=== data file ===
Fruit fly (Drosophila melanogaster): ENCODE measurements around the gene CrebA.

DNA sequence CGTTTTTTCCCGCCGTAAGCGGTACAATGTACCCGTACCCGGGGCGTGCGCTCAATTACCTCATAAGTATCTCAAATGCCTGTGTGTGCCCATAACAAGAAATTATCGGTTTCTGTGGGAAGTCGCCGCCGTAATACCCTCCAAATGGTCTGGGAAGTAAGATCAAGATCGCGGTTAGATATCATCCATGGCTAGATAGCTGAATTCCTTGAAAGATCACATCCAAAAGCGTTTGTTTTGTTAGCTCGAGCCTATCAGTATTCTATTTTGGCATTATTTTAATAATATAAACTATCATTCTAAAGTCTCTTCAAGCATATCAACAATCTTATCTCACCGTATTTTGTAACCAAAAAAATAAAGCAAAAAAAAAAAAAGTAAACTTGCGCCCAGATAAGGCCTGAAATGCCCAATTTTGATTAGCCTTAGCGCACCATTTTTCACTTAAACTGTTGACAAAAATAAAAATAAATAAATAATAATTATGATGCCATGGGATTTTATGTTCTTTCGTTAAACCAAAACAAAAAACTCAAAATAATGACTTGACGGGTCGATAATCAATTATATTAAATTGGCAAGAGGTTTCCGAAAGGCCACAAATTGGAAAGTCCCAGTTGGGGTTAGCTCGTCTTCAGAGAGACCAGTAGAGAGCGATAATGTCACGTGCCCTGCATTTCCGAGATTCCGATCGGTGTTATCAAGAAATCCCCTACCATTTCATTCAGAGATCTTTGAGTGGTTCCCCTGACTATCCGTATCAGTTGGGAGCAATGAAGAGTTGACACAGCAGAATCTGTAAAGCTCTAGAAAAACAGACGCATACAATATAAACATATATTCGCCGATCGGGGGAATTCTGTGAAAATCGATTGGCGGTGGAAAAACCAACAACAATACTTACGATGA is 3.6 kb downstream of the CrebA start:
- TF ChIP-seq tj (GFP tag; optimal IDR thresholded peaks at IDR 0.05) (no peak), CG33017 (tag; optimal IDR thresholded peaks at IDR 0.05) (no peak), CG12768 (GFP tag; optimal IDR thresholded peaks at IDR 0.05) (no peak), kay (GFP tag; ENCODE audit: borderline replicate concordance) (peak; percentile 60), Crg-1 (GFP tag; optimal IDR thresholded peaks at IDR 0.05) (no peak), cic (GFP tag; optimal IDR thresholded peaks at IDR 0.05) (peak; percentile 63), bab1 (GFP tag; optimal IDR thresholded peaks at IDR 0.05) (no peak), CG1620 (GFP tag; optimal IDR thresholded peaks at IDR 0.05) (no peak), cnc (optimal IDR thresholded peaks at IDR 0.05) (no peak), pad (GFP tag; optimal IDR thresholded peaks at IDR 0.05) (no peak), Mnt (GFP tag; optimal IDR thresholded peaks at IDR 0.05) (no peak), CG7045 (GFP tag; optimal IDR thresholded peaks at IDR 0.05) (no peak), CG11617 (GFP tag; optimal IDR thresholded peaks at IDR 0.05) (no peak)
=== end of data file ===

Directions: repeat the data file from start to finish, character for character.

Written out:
Fruit fly (Drosophila melanogaster): ENCODE measurements around the gene CrebA.

DNA sequence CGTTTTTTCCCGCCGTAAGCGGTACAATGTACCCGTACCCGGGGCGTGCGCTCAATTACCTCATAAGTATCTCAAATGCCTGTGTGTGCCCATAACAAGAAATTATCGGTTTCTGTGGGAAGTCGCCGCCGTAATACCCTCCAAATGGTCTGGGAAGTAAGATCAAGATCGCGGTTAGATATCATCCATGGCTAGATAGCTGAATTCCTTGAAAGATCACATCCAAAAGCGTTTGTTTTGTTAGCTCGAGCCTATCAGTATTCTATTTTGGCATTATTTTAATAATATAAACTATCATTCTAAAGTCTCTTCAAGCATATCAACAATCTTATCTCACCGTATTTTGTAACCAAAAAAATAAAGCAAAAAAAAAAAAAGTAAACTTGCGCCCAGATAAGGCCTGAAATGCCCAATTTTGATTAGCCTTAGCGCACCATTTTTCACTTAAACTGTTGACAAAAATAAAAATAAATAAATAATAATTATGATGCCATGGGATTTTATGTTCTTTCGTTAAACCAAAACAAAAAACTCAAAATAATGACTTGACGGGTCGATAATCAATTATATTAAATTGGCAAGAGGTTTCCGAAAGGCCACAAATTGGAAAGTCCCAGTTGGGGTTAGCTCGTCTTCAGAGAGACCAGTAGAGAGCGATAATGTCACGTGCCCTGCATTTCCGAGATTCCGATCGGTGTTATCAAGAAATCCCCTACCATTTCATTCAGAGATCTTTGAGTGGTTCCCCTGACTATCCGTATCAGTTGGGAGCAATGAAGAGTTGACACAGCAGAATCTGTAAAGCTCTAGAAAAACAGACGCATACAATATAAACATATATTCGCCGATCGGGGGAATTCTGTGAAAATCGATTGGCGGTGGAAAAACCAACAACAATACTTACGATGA is 3.6 kb downstream of the CrebA start:
- TF ChIP-seq tj (GFP tag; optimal IDR thresholded peaks at IDR 0.05) (no peak), CG33017 (tag; optimal IDR thresholded peaks at IDR 0.05) (no peak), CG12768 (GFP tag; optimal IDR thresholded peaks at IDR 0.05) (no peak), kay (GFP tag; ENCODE audit: borderline replicate concordance) (peak; percentile 60), Crg-1 (GFP tag; optimal IDR thresholded peaks at IDR 0.05) (no peak), cic (GFP tag; optimal IDR thresholded peaks at IDR 0.05) (peak; percentile 63), bab1 (GFP tag; optimal IDR thresholded peaks at IDR 0.05) (no peak), CG1620 (GFP tag; optimal IDR thresholded peaks at IDR 0.05) (no peak), cnc (optimal IDR thresholded peaks at IDR 0.05) (no peak), pad (GFP tag; optimal IDR thresholded peaks at IDR 0.05) (no peak), Mnt (GFP tag; optimal IDR thresholded peaks at IDR 0.05) (no peak), CG7045 (GFP tag; optimal IDR thresholded peaks at IDR 0.05) (no peak), CG11617 (GFP tag; optimal IDR thresholded peaks at IDR 0.05) (no peak)